Small-business owners: Can you afford any data breach?

There is little doubt we’ll be talking about this year’s email hacks for some time to come: Hillary Clinton’s astounding loss in the presidential election, the often embarrassing revelations of another former U.S. secretary of state and the resignations of top officers of the Democratic National Committee during the national convention are now all part of the national consciousness.

In the case of former secretary of state Colin Powell, who sits of the board of Salesforce.com, the email breach may have cost that company some significant coin, as it revealed that company’s acquisition targets. For the most part, the breaches brought about great loss of reputation and trust — certainly currency for political candidates and staffers.

But a similar loss in reputation and trust is also real currency for American business people, which may be a significant part of the reason why 60 percent of small companies shut their doors within six months of a cyber attack, according to the U.S National Cyber Security Alliance. Even worse news for the small-business owner, their shops are hit by as many as 81 percent of all cyber attacks.

But these costs can also be measured in dollars and cents. According to the recently released, “2016 Cost of Data Breach Study,” by the IBM-funded Ponemon Institute, the average cost of a data breach is $4 million, or a figure more suitable for small-business owners, about $158 per record.

Email hacks may not sound as if they would be incredibly damaging as other data breaches, but they are significant attack venues into larger reservoirs of data. The email hacks that have gained much of our national attention this year are also not particularly difficult, either.

Typically, many of us use accounts that are secured only by our email account user name and a password, which can present an open invitation to hackers. Once a hacker knows the user name, tools are available in the hacker world that can enact a brute-force attack revealing a password in less than 15 minutes.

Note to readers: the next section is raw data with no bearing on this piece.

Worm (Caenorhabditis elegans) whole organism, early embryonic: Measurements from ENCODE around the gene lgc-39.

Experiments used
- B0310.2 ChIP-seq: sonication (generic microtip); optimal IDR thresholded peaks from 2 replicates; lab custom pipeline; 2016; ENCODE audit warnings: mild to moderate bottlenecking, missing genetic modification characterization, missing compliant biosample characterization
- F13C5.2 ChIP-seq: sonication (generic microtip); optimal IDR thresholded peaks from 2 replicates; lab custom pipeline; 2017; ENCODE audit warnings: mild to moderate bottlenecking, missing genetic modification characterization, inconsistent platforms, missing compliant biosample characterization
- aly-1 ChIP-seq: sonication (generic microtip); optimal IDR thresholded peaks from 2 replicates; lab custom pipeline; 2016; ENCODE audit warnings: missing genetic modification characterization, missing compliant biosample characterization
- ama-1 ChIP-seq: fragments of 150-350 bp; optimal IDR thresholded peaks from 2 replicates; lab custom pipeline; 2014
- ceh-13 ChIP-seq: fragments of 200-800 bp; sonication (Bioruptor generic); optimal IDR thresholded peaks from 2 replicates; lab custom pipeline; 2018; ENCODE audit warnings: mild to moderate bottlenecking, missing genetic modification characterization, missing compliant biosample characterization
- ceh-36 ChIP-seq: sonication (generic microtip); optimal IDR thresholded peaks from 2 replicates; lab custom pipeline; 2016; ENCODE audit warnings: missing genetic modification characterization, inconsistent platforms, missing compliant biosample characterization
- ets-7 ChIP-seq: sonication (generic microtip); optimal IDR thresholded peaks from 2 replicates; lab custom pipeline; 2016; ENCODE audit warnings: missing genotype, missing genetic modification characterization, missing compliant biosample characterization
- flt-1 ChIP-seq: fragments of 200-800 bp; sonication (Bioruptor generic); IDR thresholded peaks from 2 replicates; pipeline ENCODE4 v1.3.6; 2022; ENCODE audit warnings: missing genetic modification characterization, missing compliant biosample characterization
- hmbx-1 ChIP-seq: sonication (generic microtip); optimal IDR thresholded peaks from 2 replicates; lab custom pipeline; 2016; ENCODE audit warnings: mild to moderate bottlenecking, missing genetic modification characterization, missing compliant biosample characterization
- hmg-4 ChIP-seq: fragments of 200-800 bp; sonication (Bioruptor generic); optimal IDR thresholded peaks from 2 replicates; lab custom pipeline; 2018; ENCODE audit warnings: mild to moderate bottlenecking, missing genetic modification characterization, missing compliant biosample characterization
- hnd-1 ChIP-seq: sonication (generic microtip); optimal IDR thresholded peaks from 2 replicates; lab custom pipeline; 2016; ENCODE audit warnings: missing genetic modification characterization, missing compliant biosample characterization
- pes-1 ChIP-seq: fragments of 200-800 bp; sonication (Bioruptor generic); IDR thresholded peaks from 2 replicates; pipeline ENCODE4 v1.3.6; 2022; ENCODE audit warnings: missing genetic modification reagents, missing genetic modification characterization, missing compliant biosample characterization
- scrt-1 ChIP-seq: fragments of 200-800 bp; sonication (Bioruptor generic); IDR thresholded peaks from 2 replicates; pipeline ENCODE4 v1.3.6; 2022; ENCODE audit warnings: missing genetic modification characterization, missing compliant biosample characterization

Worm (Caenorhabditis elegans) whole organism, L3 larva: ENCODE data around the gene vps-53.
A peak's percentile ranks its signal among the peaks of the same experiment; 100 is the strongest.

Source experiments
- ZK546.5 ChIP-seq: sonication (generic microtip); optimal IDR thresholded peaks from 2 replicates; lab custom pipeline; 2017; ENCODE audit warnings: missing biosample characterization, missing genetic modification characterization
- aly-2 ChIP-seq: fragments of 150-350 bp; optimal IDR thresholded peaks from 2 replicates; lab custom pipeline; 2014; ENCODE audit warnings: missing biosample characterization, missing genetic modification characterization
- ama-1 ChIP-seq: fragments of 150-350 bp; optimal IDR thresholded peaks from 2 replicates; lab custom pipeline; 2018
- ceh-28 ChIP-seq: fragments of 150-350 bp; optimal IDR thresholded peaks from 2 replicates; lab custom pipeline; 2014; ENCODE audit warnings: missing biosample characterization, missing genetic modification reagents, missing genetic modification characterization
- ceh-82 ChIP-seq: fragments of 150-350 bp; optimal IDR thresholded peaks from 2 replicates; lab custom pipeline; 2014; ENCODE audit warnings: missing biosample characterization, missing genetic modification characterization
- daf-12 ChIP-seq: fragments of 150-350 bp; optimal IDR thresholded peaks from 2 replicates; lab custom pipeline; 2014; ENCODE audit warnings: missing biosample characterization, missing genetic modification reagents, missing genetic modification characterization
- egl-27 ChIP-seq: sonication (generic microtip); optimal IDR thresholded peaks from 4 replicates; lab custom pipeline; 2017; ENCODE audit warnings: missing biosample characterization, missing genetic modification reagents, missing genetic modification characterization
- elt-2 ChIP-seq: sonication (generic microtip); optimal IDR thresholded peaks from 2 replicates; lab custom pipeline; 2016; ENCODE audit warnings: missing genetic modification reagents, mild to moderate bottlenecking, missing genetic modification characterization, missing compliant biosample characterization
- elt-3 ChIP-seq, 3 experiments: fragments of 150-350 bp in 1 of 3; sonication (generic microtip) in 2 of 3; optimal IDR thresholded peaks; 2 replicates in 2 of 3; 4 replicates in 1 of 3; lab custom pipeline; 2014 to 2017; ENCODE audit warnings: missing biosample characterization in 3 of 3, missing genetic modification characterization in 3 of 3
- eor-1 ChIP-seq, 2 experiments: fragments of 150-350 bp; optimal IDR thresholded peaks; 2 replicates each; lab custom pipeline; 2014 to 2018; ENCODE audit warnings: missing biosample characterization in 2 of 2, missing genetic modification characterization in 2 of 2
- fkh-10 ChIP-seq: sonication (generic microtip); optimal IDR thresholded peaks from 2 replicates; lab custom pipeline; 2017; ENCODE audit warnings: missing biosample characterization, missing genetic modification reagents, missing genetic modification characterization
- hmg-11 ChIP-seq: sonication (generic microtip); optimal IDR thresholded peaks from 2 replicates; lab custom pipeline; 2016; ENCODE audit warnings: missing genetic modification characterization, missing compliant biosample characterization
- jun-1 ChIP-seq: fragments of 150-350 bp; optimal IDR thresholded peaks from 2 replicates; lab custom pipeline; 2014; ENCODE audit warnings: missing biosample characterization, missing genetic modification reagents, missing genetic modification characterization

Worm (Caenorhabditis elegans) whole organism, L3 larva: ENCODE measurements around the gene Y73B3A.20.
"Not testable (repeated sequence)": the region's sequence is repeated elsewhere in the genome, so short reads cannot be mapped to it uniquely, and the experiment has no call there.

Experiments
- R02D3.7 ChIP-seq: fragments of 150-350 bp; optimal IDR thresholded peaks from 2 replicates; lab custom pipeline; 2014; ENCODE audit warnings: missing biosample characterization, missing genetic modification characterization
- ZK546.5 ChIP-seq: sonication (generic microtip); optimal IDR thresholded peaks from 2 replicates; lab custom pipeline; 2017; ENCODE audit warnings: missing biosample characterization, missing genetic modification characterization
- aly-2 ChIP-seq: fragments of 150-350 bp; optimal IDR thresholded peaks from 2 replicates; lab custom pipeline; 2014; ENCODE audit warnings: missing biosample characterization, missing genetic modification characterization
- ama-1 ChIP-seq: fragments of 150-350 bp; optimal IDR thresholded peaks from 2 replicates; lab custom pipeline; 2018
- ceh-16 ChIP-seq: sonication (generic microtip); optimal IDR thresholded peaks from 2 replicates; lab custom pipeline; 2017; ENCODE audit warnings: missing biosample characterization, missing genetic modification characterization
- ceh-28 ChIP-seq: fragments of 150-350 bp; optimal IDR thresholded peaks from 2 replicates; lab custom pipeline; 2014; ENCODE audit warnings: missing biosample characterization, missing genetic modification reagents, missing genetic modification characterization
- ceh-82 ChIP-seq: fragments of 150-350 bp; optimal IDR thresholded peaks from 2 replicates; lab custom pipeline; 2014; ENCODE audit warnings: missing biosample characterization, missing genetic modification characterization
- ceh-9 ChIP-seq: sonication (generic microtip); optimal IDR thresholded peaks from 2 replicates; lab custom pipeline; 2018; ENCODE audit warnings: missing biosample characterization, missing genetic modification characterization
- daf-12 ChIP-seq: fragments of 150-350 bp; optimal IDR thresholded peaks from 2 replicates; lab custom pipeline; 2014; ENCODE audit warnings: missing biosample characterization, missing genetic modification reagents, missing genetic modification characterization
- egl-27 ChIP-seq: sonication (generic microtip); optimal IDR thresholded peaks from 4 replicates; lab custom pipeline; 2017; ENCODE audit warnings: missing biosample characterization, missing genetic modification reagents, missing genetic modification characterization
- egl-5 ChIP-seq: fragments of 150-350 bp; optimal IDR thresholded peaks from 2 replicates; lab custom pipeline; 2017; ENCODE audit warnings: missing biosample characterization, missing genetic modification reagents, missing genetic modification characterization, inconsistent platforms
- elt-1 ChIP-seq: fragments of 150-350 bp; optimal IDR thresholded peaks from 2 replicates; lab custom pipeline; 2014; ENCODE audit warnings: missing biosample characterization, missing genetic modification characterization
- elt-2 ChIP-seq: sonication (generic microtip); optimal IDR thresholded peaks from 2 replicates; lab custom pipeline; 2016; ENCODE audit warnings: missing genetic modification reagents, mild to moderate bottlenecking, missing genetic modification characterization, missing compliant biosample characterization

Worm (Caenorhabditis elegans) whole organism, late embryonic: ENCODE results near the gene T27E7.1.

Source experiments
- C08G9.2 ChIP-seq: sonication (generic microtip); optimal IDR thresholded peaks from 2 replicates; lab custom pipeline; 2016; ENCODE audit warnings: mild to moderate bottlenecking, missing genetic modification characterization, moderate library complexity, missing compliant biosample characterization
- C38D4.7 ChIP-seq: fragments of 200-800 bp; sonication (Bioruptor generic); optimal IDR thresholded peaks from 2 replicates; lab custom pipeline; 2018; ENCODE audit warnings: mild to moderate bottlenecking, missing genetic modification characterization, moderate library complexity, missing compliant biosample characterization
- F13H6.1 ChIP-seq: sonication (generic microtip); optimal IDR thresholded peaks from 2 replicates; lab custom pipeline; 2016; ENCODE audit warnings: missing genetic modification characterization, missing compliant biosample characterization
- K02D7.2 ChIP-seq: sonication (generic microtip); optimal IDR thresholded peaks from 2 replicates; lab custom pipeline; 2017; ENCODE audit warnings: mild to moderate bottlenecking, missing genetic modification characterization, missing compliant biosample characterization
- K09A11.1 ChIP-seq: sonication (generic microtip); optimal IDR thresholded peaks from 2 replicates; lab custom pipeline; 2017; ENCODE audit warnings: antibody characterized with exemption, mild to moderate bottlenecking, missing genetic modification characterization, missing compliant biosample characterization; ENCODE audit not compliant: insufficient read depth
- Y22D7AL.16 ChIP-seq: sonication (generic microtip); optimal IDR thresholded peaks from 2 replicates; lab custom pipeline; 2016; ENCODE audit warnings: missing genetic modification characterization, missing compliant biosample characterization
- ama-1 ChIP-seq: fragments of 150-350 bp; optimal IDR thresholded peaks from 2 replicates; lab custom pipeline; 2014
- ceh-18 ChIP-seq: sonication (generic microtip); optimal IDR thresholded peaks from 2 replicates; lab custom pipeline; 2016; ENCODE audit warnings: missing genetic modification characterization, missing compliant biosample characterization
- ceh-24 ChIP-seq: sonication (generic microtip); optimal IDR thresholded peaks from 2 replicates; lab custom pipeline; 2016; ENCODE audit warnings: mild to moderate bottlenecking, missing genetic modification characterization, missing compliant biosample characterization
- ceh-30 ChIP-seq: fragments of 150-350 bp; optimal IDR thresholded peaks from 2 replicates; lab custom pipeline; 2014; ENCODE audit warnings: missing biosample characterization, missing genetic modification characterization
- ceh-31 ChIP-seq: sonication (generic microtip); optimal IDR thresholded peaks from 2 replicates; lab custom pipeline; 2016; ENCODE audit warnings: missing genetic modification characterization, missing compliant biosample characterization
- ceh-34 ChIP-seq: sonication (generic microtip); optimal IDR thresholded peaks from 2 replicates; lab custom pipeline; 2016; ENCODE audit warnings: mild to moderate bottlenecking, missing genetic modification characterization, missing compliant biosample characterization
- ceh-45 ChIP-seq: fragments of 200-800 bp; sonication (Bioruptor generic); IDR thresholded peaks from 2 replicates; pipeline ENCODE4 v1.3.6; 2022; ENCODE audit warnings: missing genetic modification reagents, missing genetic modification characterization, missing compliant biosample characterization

One of the most common brute-force attacks is to use a “dictionary” of common passwords, which is a good reason to make sure employees make reasonable selections. However, a brute-force attack can also simply march through the alphabet, numbers and symbols sequentially trying every combination.

More-advanced email administration can reduce the exposure by using “salted” user names and passwords for identification, obscuring credentials with additional information. This method exponentially increases the difficulty of using a brute-force attack, with an average attack now needing weeks — during which time, hopefully, the attack can be identified.

There are many other recommended steps for avoiding common email hacks, such as not opening suspicious emails and definitely not clicking on suspicious links, which are referred to as “phishing attacks;” keeping anti-malware programs updated; and using firewalls, as well as other standard and easily-adopted company tactics. The Cyber Security Alliance keeps an updated list of how to further lock down email accounts and other login services, from online banking to social media.

But these cyber attacks grow more refined every day. For example, the phishing attack on Clinton campaign manager John Podesta had been shown to his IT people, who told him to go ahead and change his password on the site. These refined attacks are known as “spear-phishing” attacks, because they are directed at specific people, such as corporate managers and HR personnel.

In many instances, these people essentially hold the key to all the data behind the firewall, which can often be accessed by a user name and password. Often, the hackers gain enough information through the emails to easily hack their way into data-storage vaults, through finding employees’ often-used passwords, or worse, finding an email in which the password in transmitted in plain text.

The inherent difficulty of stopping email attacks is compounded by the fact that all of us use it so regularly that complacency can almost be counted on. However, the way in which we lock up our data vaults may allow us to better protect our most valuable, and potentially damaging, information deserves a greater degree of examination.

Scott Hoot is the founder of the startup ZFyre. He can be reached at scott.hoot@zfyre.com or 970-231-8755.

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